) Chief Executive Eric Schmidt and Kleiner Perkins Caufield & Byers venture capitalist William R. Hearst that aims to connect films with professional buyers through an online marketplace.
InDplay Inc. occupies the middle ground between the frenzied user-generated playground of YouTube Inc. and the select world of theatrical distribution. Its DNA is part eBay Inc. (EBAY
), part IMDb Inc. (AMZN
), the popular online movie database. On inDplay's Web site, slated for official launch at the end of the year, anyone who owns rights to a video can register as a seller and upload relevant information, from trailer clips to available rights. Buyers representing theaters, DVD, TV, cable, Internet sites, and wireless channels search the online listings, which range from Lars von Trier's arty Nicole Kidman flick Dogville to Dave Barry's Complete Guide to Guys. They bid by e-mailing an offer to the seller. The purchase is made via PayPal or wire transfer, and inDplay currently takes about an 8% commission, equivalent to a traditional sales agent's fee. "We want to bridge the gap between the creative and business worlds," says inDplay CEO Goetz Weber.
The business model points to a new way of buying and selling media online using digital brokers. A growing crowd of startups, including Pump Audio, Zattoo, and Lulu, are jumping into the market to help niche music, TV shows, and books find new audiences online. This emerging model is also a sign of the robust market for digital video. Digital video channels are proliferating on the Web, mobile devices, and new TV over broadband services, making all types of video--even older, narrowly focused films--suddenly valuable. There are about 10 million film and TV programs around the world available for license, estimates inDplay, and more than 100,000 professional buyers. "Rights holders tend to focus on the big deals, like TBS paying them $500,000 to play a movie once," says Scott Kirsner, editor of the blog CinemaTech, which tracks the tech and media industries. "But the Internet is making possible lots of $1,000 transactions, too."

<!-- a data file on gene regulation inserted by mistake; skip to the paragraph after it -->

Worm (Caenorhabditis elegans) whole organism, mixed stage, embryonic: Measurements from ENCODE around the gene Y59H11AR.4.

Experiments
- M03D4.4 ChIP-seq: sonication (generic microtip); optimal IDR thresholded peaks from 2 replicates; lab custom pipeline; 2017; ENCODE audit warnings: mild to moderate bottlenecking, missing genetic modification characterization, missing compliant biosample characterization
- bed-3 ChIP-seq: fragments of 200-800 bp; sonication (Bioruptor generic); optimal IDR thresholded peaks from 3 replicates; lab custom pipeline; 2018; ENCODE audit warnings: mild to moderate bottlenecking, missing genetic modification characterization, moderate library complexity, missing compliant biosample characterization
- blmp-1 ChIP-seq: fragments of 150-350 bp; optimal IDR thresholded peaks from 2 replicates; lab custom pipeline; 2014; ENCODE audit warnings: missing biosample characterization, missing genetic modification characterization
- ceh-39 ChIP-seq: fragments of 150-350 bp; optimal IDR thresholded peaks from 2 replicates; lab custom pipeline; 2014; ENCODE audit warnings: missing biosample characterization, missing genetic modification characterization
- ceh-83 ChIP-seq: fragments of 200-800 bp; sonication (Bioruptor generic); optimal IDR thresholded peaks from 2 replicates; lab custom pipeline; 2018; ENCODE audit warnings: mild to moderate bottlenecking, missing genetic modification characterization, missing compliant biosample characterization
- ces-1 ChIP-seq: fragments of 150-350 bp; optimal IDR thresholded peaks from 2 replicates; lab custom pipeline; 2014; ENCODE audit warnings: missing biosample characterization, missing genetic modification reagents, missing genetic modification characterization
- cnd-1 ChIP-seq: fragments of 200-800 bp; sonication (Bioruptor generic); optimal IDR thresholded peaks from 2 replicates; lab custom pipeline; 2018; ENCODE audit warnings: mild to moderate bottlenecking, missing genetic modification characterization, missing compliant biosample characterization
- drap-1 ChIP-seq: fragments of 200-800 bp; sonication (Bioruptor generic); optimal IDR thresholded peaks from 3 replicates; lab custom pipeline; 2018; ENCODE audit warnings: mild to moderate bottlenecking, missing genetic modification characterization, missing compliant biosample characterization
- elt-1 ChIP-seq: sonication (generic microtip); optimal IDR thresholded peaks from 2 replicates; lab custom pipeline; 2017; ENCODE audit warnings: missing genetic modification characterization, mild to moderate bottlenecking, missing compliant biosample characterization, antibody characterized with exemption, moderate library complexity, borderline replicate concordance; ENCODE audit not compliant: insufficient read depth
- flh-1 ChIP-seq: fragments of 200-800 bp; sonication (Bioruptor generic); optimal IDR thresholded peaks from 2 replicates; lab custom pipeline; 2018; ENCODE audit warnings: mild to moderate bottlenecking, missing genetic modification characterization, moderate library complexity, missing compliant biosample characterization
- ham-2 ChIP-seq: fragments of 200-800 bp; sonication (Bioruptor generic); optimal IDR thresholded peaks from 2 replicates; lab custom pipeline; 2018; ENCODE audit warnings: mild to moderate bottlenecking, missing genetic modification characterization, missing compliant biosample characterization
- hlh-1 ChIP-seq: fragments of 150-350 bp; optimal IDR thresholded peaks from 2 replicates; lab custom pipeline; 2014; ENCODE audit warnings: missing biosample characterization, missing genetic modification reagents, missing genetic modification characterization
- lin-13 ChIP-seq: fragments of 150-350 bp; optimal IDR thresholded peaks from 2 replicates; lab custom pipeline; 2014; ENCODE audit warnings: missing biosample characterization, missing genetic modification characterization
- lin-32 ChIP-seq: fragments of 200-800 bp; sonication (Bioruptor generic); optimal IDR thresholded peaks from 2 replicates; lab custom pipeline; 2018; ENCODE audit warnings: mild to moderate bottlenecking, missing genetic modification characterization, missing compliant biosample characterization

Indeed, many of the new buyers are folks like Cecil Coe and Rob Morgan. Coe heads VideoJump Inc., a video content aggregator with an Asian focus based in Santa Clara, Calif. Next year, he's launching a Mandarin Web channel and wants to use inDplay to find English-language programming for it. (He'd add subtitles.) Morgan is in charge of acquiring content for GUBA, a video-sharing and downloading site. He's counting on inDplay to help him track down independent films with available Internet distribution rights.
Despite early interest from buyers at broadcast, cable, and Internet companies, inDplay faces the challenge of pioneering a new type of online marketplace. Its vitality will turn on whether it can enlist quality buyers, sellers, and merchandise. The site currently boasts around 30 buyers, several hundred sellers, and 300 video properties. A recent deal with Allied Artists Corp. will add thousands more titles, and inDplay hopes to close deals with three other film libraries soon. After opening the service to buyers two months ago, inDplay has closed several sales, including those for documentaries on Timothy Leary and Nobel prize winner Muhammad Yunus.
Now, says Weber, the company is focusing on building the site into a full-fledged community by adding eBay-like ratings and reviews and connecting people at all stages of a film project. Ultimately, though, the startup's fortunes depend on its ability to simplify the licensing process and on the success of the new models emerging online for making online video pay. InDplay can control one part of that equation by working to be the most efficient broker online. As for the rest, it's a game of wait and see. By Elizabeth Woyke